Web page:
I know some people prefer to keep some intrigue to their relationships, or simply aren’t at a point where they want to disclose that much information. On a personal note, neither of us are the types of people who need space or mystery surrounding our schedules. We don’t find it exciting to not know where the other person is. I personally don’t feel suffocated or infringed upon to identify my whereabouts each day. If identifying where you are and when you’ll be finished being there is not for you, then collaborating with your partner on planning your time probably isn’t either. Some people see it as a loss of certain freedoms, and others may live the kind of lifestyle that is perpetually on the fly. There’s nothing wrong with any of these choices, but they probably aren’t conducive to the kind of openness and forethought that our system requires.

For the past three weeks I have had incredibly busy weekends, and though I have enjoyed every single item on my agenda, it does take a toll on your body and spirit to miss out on a full day of rest, relaxation, and give yourself a chance to recharge. I’m not even advocating the spa: simply book off some time where you make no plans with friends, you are sure there are no familial commitments to be fulfilled, and take some time (preferably together) to veg on the couch, sleep in until noon, live out your day full-tilt, or have the height of your excitement be a trip to the book store. Sometimes when we spend time together, in the presence of other people, it feels like I haven’t seen G at all during the festivities. Mingling and catching up and making new memories with people may have something to do with that. G’s birthday party was a perfect example – playing host to a room full of amazing friends meant that G and I were never together, though we were in the same room celebrating the same thing.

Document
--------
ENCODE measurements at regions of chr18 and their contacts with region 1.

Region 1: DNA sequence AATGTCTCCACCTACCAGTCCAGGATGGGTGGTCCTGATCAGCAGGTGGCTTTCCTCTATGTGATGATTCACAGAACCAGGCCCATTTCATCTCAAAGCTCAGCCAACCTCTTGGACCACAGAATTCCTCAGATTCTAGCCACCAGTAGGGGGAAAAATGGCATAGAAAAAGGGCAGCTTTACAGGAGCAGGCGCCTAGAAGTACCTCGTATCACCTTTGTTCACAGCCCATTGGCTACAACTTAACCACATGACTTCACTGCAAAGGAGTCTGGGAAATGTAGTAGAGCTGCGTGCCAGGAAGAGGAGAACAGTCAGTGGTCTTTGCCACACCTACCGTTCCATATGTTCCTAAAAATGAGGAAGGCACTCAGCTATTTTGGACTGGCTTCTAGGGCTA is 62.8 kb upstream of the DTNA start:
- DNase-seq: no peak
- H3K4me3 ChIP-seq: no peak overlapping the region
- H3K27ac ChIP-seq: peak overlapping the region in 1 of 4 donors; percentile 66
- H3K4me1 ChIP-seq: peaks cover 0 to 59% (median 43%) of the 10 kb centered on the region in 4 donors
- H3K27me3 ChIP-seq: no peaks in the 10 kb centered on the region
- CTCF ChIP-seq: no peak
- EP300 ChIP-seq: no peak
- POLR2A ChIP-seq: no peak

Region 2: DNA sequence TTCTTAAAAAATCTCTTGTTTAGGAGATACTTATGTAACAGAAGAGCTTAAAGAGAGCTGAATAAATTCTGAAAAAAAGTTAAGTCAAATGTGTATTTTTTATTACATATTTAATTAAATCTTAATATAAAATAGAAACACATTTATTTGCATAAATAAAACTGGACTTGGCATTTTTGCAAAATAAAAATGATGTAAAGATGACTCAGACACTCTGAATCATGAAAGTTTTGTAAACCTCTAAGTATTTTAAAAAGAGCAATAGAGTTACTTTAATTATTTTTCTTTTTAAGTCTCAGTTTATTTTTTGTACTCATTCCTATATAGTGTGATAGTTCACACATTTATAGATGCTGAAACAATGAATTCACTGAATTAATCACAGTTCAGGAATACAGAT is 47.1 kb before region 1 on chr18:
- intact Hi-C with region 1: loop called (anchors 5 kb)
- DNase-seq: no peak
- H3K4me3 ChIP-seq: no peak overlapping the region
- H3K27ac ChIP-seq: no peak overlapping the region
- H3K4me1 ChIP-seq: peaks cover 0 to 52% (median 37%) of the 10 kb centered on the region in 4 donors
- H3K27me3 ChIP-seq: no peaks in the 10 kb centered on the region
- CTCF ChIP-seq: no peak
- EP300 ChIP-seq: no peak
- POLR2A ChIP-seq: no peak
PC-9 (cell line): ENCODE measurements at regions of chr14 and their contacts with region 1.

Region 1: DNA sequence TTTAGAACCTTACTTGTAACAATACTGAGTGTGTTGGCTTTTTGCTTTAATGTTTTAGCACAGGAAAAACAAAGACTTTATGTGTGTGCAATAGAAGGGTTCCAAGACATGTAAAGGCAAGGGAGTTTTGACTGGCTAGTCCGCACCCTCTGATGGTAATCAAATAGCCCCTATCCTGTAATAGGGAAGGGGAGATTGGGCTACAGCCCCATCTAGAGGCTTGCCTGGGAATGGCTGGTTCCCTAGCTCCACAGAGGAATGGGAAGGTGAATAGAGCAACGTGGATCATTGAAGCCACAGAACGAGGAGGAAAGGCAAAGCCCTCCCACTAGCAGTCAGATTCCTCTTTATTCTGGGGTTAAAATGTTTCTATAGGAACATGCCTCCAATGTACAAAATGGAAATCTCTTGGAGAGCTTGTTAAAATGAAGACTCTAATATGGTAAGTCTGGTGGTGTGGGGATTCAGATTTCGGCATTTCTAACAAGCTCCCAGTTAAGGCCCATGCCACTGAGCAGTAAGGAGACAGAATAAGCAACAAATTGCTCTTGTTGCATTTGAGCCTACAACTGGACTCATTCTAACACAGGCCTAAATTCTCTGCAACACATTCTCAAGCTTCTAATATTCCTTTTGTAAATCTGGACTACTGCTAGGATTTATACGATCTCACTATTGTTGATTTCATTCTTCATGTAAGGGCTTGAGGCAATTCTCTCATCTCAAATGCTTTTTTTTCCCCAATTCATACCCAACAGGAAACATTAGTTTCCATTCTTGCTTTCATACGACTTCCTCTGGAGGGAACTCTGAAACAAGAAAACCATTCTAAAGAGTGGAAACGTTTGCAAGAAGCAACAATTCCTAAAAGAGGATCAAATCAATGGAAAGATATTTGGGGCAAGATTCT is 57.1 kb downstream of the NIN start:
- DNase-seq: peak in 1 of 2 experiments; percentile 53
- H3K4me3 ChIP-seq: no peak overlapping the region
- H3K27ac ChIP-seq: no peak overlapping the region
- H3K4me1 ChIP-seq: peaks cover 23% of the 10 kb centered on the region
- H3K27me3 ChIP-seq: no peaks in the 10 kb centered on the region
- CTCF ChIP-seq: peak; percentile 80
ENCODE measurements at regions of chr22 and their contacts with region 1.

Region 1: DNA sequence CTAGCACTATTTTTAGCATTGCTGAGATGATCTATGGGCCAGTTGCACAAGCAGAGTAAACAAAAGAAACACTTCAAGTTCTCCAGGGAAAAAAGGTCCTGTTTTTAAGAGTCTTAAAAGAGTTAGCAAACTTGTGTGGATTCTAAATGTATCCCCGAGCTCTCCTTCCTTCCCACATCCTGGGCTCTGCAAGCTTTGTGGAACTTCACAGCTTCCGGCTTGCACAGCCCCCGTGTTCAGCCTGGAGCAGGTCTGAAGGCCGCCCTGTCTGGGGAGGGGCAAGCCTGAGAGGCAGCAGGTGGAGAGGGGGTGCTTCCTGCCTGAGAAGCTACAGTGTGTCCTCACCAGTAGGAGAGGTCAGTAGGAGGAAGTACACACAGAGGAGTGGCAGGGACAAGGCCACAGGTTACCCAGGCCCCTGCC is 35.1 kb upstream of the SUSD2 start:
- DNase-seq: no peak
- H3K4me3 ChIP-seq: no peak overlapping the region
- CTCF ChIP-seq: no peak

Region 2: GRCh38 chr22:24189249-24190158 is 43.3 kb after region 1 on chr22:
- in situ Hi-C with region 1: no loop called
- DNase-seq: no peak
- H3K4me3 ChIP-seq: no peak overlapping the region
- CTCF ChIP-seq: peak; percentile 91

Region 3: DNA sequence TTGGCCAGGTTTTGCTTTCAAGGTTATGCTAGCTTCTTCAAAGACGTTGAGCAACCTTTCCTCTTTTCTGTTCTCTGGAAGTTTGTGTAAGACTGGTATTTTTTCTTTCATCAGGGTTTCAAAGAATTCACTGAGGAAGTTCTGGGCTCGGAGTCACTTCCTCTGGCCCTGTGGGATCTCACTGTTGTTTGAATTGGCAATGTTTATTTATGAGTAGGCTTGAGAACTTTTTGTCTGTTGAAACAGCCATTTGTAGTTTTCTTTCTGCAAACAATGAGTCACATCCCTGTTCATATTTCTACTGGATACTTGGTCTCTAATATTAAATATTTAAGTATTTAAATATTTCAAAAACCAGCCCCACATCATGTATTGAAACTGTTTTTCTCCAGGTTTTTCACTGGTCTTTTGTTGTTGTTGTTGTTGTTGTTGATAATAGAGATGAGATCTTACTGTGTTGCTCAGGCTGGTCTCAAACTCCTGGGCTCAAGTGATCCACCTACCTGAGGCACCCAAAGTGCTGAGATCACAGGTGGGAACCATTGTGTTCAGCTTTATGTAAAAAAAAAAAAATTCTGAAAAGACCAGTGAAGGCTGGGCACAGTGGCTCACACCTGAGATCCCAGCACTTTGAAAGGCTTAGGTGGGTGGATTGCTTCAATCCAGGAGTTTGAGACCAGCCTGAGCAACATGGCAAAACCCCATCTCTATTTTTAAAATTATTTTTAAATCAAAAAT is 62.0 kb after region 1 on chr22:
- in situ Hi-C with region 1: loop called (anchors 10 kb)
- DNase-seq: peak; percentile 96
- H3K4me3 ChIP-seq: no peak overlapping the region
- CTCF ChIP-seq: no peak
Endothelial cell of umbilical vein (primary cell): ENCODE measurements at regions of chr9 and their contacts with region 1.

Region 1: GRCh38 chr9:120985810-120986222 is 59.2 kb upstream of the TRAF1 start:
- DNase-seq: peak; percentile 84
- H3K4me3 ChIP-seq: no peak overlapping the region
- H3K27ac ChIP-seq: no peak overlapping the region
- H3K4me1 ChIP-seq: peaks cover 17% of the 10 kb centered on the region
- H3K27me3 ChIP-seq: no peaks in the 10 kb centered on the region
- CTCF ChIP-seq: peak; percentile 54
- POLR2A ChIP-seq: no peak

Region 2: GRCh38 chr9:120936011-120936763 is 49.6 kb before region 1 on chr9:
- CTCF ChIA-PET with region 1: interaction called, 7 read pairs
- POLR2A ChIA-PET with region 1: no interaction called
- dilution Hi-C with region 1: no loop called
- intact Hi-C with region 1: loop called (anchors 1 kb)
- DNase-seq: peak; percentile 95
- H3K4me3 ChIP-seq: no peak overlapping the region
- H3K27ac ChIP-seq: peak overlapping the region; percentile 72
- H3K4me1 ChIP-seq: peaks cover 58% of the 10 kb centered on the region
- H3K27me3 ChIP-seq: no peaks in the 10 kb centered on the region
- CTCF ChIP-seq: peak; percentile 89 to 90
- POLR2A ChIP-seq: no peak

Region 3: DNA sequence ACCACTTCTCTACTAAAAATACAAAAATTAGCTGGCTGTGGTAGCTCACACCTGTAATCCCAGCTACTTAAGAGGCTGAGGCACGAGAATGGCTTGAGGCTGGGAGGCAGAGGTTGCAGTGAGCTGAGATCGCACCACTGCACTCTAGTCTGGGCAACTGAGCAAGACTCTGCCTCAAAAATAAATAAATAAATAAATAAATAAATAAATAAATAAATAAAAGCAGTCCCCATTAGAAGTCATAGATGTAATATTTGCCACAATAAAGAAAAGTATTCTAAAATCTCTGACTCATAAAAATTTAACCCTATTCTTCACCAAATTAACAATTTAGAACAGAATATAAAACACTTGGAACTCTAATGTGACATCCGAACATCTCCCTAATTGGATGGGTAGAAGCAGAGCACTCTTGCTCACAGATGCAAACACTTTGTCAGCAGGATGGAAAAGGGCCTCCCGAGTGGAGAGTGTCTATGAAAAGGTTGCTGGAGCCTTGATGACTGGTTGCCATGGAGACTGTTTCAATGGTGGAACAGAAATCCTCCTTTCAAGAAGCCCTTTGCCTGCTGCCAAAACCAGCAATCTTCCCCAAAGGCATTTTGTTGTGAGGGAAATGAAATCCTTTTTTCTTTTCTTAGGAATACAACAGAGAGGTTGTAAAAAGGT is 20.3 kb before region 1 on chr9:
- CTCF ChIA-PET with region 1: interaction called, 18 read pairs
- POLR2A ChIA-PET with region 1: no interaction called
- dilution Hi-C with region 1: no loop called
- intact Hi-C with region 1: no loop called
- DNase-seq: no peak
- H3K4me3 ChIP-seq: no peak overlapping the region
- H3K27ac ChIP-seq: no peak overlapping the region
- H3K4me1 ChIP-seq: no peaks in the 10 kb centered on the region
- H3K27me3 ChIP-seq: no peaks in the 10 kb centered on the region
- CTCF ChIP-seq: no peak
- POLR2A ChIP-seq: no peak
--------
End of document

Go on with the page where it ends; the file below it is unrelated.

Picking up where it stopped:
Giggling away in front of our homemade photo boot at G’s birthday party in October.

The reality of our situation is that we always have full, and fulfilling, days. Sometimes this is a curse, and we wish at the end of a long day “off” that we had had more time to sleep in, or cuddle up on the couch and watch a movie. Some days we long for a simplicity that our life typically doesn’t allow. After a particularly busy weekend (which is lovely and fulfilling and brings me joy) I’ll find myself wishing for one extra day, one more morning, a few more hours. I don’t think this longing for more time is reserved for folks in the food industry. A sad secret is that I do find myself wishing we could book off time and go to the cottage – a simple weekend getaway destination. But that’s just not in the cards.

It’s important to note how often you need to have one-on-one face time with your Chef. Once you understand how often you need this to happen (and how reasonable that level of need is) you can start to plan accordingly. By coordinating your time together, and taking ownership of your schedules, hopefully you can achieve a smoother, happier, and fuller relationship with your Chef.